While out on a PhotoWalk with the guys a few weeks ago we ended up near the railway station. It brought back memories of summer 1960 when I was allowed to go trainspotting with my older cousin.
I can remember climbing up the sloping part of the bridge supports and standing on the top (clutching my notebook and pencil) to get a view of the trains entering and leaving the station.
This was the path that led to what was known as the “Birdcage” it gave a wonderful view over the tracks and the engine shed, and in 1960 there were still many steam trains running. The engine shed has long since gone and graffiti has replaced the occasional chalked message pledging allegiance to the local football club.
The images were taken with my Minolta X700 on Kodak Tri-X, developed in Kodak D76.
Well not on this visit, just popped in for a coffee with the PhotoBuddies. I haven’t actually been to a production yet at the “Curve” theatre in my home city, mainly because they have been putting on musicals, and that’s a sure way for me to fall asleep, which is embarrassing for me and whomever I’m with. Give me a good play, Shakespearean, modern or classic and I’m wide awake !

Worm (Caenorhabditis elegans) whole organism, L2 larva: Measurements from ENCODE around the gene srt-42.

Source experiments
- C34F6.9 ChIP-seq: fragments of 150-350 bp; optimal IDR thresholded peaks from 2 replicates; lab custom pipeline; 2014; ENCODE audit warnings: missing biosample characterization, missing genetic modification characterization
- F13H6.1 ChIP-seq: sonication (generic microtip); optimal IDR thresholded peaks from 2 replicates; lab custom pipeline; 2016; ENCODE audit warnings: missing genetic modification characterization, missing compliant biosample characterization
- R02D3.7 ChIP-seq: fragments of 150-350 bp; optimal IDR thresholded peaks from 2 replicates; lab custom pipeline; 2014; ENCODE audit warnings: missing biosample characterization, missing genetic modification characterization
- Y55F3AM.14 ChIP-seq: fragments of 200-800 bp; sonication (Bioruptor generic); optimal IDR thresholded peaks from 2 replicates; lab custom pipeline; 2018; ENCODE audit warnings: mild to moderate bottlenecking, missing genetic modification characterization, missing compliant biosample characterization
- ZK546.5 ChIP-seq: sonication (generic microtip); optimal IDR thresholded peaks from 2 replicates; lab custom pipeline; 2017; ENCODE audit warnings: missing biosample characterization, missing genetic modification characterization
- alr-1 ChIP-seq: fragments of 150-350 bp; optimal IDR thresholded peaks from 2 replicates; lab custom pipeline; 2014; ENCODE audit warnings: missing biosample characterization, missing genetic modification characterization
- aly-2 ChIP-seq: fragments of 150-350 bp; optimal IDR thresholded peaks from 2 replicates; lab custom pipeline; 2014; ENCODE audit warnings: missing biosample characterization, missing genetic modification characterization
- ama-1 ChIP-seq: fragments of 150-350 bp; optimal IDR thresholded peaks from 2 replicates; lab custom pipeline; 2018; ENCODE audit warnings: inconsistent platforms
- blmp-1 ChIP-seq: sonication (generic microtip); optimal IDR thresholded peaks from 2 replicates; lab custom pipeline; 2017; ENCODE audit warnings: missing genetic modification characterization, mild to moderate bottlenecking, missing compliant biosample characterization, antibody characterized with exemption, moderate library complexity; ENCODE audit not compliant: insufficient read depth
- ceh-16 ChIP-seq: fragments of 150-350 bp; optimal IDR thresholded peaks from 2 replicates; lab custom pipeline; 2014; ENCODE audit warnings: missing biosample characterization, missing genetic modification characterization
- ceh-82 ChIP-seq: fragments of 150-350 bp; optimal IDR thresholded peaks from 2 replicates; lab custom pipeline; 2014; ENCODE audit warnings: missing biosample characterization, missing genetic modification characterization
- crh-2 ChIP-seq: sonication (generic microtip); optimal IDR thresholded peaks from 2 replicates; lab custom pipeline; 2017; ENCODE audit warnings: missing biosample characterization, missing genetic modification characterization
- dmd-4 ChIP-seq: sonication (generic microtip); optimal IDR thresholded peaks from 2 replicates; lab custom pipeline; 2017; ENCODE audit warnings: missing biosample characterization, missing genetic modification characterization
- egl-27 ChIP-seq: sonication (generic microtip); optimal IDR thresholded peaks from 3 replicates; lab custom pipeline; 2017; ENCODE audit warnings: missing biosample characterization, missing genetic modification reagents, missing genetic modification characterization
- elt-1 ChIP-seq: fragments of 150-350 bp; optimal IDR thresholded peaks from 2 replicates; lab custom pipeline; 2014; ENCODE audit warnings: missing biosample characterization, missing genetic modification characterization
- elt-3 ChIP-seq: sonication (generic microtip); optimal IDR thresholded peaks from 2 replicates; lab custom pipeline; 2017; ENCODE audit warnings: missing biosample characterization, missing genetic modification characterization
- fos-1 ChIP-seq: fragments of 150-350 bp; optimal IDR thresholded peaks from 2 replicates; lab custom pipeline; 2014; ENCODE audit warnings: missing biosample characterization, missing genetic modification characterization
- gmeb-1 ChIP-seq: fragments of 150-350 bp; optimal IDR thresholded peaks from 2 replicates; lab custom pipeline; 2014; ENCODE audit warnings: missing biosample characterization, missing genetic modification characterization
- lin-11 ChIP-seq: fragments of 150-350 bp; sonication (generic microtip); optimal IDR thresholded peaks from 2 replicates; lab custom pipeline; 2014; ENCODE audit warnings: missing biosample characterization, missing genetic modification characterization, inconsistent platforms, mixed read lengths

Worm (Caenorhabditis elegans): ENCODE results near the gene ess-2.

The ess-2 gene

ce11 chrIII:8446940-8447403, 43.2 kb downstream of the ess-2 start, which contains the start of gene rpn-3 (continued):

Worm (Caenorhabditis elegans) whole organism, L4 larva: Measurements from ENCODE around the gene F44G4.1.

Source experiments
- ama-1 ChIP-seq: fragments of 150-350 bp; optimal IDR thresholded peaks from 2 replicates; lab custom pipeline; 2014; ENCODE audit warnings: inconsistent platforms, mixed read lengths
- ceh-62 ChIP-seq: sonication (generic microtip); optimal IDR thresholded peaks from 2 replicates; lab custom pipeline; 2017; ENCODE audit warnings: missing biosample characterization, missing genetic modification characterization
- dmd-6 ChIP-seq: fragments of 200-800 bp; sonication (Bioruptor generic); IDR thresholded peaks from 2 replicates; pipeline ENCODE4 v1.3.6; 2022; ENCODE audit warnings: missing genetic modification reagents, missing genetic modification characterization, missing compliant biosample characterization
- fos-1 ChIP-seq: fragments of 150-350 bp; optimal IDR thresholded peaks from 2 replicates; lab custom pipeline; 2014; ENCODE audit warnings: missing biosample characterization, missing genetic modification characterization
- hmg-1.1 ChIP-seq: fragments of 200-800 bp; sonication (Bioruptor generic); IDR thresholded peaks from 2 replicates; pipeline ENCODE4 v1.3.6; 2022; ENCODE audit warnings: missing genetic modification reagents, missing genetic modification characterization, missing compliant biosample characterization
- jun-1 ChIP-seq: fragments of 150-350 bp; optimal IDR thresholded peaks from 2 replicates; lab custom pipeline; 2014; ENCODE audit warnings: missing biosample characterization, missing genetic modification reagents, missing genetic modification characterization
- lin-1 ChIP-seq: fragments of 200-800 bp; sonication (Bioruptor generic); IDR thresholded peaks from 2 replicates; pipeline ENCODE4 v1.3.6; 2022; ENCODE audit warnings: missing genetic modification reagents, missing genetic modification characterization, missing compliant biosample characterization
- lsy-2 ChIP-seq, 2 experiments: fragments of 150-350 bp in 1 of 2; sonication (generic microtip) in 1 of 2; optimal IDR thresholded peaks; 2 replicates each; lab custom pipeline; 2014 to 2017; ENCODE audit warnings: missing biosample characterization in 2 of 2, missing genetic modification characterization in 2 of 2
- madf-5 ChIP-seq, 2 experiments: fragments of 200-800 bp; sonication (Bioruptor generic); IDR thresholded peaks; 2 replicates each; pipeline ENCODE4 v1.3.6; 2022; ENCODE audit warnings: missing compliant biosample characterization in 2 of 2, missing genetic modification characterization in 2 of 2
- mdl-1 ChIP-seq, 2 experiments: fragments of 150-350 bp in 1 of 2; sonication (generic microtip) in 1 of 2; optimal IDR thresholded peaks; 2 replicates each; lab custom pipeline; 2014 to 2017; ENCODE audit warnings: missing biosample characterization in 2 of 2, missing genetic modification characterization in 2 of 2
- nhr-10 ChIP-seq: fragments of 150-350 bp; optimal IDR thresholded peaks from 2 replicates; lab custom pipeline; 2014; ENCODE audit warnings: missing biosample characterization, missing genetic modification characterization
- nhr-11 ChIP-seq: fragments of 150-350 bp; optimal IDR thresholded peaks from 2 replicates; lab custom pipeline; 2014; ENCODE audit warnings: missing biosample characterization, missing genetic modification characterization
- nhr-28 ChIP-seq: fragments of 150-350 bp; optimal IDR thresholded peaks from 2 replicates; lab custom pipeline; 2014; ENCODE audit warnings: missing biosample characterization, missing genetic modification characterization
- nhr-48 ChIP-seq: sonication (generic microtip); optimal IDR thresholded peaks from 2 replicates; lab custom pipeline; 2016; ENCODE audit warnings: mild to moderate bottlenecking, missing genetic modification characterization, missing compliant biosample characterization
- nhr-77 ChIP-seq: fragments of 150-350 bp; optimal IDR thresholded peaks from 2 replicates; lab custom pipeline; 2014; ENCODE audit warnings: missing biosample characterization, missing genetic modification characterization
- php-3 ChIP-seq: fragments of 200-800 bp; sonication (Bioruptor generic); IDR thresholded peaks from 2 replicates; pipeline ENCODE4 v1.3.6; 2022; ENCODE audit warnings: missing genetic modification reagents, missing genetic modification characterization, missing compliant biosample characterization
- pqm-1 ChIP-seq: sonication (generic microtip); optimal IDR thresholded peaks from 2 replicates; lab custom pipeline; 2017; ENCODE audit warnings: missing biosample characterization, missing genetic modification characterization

I had the Minolta X700 with me loaded with Kodak Tri-X, and took a few quick shots in the theatre foyer.
I’d forgotten how good Tri-X could be, it has been a few years since I last used it. The lens on the Minolta (the only one I have) is a 28 – 70mm zoom and not really rated, but I was pleasantly surprised at the results.
On the last but one PhotoWalk with my photo buddies I wanted to have a look at the factory where I started my very first job on the 4th of August 1969. I was taken on as an apprentice Lithographic Printer at Hodgkins-Millar & Co, with a weekly wage of £5-0-3d. Looking at the building seems it to have taken on new and varied uses !
The car at the bottom of the driveway in the picture is where I would park my Francis Barnett motorbike. After the first week of work I wanted to go back to school, loading an A1 size press with heavy art paper was hard work, not to mention the many paper cuts on my hands, they gave me a pair of linen gloves so that I didn’t mark the paper with blood from the paper cuts. Needless to say I stuck it out but within 3 months I was working for a different company as an apprentice Litho Platemaker (a step up).
The view looking across the road. It was always an industrial part of the city, with plenty of old shops, characterful pubs, and Victorian factories, not so much today, the pubs and shops have been demolished and the area is a bit rundown. I took the photographs on my Minolta X700 using Kodak Tri-X, a film I haven’t used for many years.
My helpers, supervising my work this morning.